2018 Atlanta Dream and WNBA Previews

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It's a Finals Gameday! Sure, there's no Dream in the mix, but we've got two awfully good teams ready to go at it for the championship, beginning tonight with Game 1 from Key Arena in Seattle (9 PM Eastern, ESPNNews), between the Storm and the Washington Mystics.

Rookie Ariel Atkins will be quite an X-Factor, and Elena Delle Donne will continue to need big plays out of Kristi Toliver as the former engages in a titanic matchup with the Storm's Breanna Stewart. Yet with Sue Bird sinking big buckets and sound defensive pressure on the Mystics' wings, I will be surprised if this series comes back to Seattle for the full five games.

PREDICTION: Storm in 4!


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Hey, now, you're an All-League First-Teamer!

Wait, that's not how the song goes! In any case, congrats to Tiffany!


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Issa wrap! The Junk Yard Dawg's been watching!

As was this Seatown baller!

Congrats to the Storm on a fine championship season. It's been great Watching Them All Work! Final words on the Dream and the league, to close out this here thread, coming soon!


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California Dreamin’? How about, San Francisco Treat?

The luster from the 2018 season has hardly waned for the Atlanta Dream. Best regular season in its history, its greatest-ever league-wide finish, a Coach of the Year guiding All-WNBA and All-Star efforts on the court, and one complete half of basketball shy of a trip to the WNBA Finals, even without their All-Star available for the playoff series.

That’s all well above even the rosiest prognostications from just two months ago. Yet, there remain bigger-picture issues beyond the hardwood on the horizon, for this franchise and the league in which they play.



The first big hurdle arrives on November 1 or, perhaps, sometime before that date. Either the WNBA, or the WNBPA players’ union, can opt out of the Collective Bargaining Agreement (CBA) that extends past the 2019 season, through 2021.

There has been much ado in recent seasons, most vociferously this one, in which players and their union leaders have expressed concerns about the revenue share for player compensation. The meager salaries they collect here have long been offset by offseason, oft-overseas basketball, and/or related pursuits to help establish a comfortable year-round living.

But when juxtaposed with the lavishness of both players and owners in the big-brother league, WNBA players may find reason to scrap the current agreement, insisting upon a bigger slice of their league’s relatively miniscule pie… a tart, if you will.

If either side opts out of the CBA by November 1, then the clock begins ticking toward the conclusion of the 2019 season, one in which the Dream are likely to present a stable, playoff-steeled roster on the hunt for their first WNBA championship.

For this collection of players, 2019 may represent their last, best shot to win together, and not merely because of the veterans’ advancing ages. A contentious, highly-publicized lockout or strike during the Olympic season of 2020, or even beyond, could jeopardize the long-term viability of the WNBA. That’s particularly probable in the league’s most fragile markets, like Atlanta.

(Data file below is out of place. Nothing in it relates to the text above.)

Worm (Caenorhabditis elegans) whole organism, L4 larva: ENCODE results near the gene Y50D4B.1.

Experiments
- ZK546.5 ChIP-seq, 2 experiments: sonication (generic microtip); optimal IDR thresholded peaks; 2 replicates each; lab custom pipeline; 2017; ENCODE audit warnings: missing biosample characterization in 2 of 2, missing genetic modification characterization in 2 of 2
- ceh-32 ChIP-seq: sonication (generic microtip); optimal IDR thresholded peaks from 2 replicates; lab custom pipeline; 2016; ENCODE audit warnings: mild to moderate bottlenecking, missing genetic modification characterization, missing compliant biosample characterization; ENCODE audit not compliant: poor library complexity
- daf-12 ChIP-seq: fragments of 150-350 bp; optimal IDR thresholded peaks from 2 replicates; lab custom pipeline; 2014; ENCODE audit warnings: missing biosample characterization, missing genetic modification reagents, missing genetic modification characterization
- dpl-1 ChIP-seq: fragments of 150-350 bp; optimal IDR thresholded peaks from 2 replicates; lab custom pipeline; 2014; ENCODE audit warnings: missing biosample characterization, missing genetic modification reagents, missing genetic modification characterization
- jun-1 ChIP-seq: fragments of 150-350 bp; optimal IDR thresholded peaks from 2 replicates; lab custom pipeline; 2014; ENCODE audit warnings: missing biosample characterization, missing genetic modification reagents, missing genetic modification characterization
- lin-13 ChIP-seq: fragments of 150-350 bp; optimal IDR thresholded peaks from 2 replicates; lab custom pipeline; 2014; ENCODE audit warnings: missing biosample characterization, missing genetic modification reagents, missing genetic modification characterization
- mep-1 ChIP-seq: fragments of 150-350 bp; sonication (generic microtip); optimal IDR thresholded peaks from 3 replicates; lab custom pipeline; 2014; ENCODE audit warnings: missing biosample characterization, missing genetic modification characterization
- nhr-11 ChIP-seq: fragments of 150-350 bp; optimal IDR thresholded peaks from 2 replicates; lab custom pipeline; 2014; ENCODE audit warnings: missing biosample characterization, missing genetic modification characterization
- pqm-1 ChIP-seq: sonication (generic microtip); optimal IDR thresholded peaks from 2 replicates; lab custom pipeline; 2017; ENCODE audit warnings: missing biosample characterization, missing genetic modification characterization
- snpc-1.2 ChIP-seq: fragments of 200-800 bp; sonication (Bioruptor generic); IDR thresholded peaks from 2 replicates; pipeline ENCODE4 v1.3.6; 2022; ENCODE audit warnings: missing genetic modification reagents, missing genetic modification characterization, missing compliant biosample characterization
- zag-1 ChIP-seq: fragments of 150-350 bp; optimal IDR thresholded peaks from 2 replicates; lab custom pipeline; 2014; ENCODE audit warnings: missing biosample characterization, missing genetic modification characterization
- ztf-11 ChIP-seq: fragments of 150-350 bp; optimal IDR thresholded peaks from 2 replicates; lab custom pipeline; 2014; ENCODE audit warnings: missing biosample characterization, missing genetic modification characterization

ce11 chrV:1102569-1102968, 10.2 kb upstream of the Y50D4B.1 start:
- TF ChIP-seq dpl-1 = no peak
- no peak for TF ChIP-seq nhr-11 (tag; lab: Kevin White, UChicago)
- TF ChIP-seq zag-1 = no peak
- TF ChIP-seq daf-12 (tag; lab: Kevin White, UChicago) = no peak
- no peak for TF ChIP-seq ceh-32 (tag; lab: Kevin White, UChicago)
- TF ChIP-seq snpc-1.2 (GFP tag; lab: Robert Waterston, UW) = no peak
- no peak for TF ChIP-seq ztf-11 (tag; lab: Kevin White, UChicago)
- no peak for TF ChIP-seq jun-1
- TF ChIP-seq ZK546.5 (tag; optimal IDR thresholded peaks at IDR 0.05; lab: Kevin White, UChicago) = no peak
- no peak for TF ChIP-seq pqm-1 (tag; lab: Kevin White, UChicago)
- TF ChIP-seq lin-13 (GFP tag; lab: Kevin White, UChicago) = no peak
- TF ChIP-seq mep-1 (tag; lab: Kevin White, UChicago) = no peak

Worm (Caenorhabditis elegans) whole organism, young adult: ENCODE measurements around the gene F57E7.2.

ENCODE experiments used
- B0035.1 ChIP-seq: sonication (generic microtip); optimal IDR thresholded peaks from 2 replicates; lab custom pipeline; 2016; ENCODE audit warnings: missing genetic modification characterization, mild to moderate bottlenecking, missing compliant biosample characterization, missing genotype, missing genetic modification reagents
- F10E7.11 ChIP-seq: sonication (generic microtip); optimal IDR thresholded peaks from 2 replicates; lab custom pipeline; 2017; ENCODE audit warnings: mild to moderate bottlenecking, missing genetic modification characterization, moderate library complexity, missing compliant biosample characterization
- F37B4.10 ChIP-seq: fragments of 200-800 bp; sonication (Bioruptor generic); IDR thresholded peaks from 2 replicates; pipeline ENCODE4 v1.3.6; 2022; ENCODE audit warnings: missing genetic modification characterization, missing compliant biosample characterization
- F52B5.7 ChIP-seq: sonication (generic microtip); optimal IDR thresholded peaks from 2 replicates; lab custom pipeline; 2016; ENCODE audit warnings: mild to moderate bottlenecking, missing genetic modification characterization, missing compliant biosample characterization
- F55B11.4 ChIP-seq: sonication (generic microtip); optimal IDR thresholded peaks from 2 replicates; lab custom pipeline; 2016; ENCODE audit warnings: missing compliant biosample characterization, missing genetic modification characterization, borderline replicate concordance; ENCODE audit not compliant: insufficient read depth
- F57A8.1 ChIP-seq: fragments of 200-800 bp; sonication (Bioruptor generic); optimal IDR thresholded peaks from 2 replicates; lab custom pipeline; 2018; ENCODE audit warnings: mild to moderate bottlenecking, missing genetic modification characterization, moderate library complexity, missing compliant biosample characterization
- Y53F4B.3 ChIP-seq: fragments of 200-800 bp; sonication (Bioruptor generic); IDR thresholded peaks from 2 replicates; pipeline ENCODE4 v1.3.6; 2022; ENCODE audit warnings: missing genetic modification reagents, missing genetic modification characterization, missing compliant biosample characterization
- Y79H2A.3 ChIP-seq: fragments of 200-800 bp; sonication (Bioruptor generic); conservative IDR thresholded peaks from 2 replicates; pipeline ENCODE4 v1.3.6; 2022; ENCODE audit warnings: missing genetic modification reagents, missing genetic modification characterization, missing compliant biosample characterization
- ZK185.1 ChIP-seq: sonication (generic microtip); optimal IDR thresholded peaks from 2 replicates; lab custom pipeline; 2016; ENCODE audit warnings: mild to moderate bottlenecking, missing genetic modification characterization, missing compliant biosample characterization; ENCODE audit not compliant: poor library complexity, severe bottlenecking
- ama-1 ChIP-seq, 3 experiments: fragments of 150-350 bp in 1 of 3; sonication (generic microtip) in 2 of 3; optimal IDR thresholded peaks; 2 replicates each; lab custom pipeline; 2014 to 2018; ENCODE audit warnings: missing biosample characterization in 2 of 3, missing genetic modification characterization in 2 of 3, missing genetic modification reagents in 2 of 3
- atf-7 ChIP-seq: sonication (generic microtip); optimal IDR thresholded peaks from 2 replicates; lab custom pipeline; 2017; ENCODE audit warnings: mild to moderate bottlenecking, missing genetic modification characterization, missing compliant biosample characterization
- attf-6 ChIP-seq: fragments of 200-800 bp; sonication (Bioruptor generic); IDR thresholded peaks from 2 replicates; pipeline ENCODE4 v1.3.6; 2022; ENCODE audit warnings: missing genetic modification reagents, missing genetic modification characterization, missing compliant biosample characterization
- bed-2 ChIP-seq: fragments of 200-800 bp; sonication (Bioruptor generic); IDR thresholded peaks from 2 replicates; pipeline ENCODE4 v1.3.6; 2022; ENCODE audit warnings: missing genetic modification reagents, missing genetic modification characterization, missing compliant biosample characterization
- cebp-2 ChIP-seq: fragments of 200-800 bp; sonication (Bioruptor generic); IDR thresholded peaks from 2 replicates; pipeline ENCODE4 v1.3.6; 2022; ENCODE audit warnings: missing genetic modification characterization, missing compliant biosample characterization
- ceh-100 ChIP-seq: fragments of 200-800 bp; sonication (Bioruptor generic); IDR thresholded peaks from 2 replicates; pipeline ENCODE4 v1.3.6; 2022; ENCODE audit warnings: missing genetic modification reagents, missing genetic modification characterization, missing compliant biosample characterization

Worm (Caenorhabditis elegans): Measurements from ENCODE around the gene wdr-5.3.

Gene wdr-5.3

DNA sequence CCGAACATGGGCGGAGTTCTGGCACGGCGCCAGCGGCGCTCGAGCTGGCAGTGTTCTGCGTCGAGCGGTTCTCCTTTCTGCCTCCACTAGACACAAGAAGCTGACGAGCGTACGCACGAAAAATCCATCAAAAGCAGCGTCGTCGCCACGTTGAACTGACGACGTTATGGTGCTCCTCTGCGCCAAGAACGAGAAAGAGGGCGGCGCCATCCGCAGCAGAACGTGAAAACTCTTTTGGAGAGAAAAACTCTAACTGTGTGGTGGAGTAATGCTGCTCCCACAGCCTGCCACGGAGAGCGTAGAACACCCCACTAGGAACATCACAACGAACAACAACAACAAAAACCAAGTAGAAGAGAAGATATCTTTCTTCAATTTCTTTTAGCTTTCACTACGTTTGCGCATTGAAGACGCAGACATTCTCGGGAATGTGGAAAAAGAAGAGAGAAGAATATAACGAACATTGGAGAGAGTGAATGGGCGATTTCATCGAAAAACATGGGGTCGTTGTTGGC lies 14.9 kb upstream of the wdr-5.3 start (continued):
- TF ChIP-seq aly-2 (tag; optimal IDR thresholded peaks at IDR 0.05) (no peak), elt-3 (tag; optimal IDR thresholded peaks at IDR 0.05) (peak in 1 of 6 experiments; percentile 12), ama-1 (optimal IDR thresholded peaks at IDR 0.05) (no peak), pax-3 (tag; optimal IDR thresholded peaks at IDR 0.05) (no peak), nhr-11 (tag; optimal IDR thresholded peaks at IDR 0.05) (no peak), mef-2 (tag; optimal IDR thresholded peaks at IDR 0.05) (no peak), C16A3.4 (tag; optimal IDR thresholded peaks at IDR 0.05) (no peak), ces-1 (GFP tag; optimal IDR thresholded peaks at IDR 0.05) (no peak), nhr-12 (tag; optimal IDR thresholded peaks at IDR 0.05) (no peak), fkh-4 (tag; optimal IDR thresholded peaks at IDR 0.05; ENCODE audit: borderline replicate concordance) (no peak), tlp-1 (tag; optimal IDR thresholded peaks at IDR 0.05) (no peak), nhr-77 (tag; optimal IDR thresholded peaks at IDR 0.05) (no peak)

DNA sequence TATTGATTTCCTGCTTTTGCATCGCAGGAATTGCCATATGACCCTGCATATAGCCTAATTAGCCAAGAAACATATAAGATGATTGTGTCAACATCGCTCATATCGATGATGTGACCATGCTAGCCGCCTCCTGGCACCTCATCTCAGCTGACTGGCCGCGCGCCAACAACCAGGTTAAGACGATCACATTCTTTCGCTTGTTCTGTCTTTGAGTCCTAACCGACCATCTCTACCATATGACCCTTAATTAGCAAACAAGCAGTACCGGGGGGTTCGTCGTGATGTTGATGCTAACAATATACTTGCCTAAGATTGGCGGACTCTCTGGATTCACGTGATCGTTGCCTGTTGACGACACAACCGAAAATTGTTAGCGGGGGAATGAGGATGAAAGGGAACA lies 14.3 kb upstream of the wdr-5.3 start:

Where the Dream plays in Atlanta going forward may be up for debate as well. A lot of moolah has been spent to spiffy up what was already a better-than-average Philips Arena. There will be new sight lines, new screens and lighting, new fancy-schmancy fan amenities, even a new sponsor name.



All arena improvements, subsidized by Hawks ownership and your local tax dollars (enjoy your banner, Kasim), are being furnished predominately with the sustainability of the Atlanta Hawks Basketball Club in mind. What we have yet to formally hear is, once the lights come back on in the springtime in State Farm Arena, that like a good neighbor, the Dream will be there.

As is the situation in New York, Chicago, Dallas, and eventually Washington, WNBA clubs are increasingly compelled to scamper about in search for a permanent local venue, away from the one that hosts tens of thousands of NBA fans. These circumstances continue trending, regardless of whether the women’s team is co-owned by the men’s team ownership.



There is no need to rush, in September, with some confirmation for the tenuous handful of season-ticket holders about where they should plan on traveling and how they’ll be seated. But the Dream needs to avoid, with all due speed, the public relations disaster that befell the New York franchise.

Liberty fans, who patiently endured annual trips to Newark while MSG was being renovated, were dragged along for months in 2018 without a decision as to where WNBA games would be held, or whether ownership would even field a team, only to find themselves scrambling to find means to reach a G-League venue in remote Westchester County. For 2015 through 2017’s best Eastern Conference club, the malaise of relentless uncertainty seeped out onto the suburban court.

Comparatively, South Fulton County isn’t nearly as far-flung, as anyone living in Atlanta knows how to get to the Airport and leave themselves ample time to maintain their itinerary, and sanity.  Should Dream fans be competing for spots in expressway lanes, and for spaces on both MARTA rail and the Airport’s outdoor people-mover, with these frequent fliers? It’s within the realm of possibility, but thankfully (dependent upon one’s perspective) not for 2019.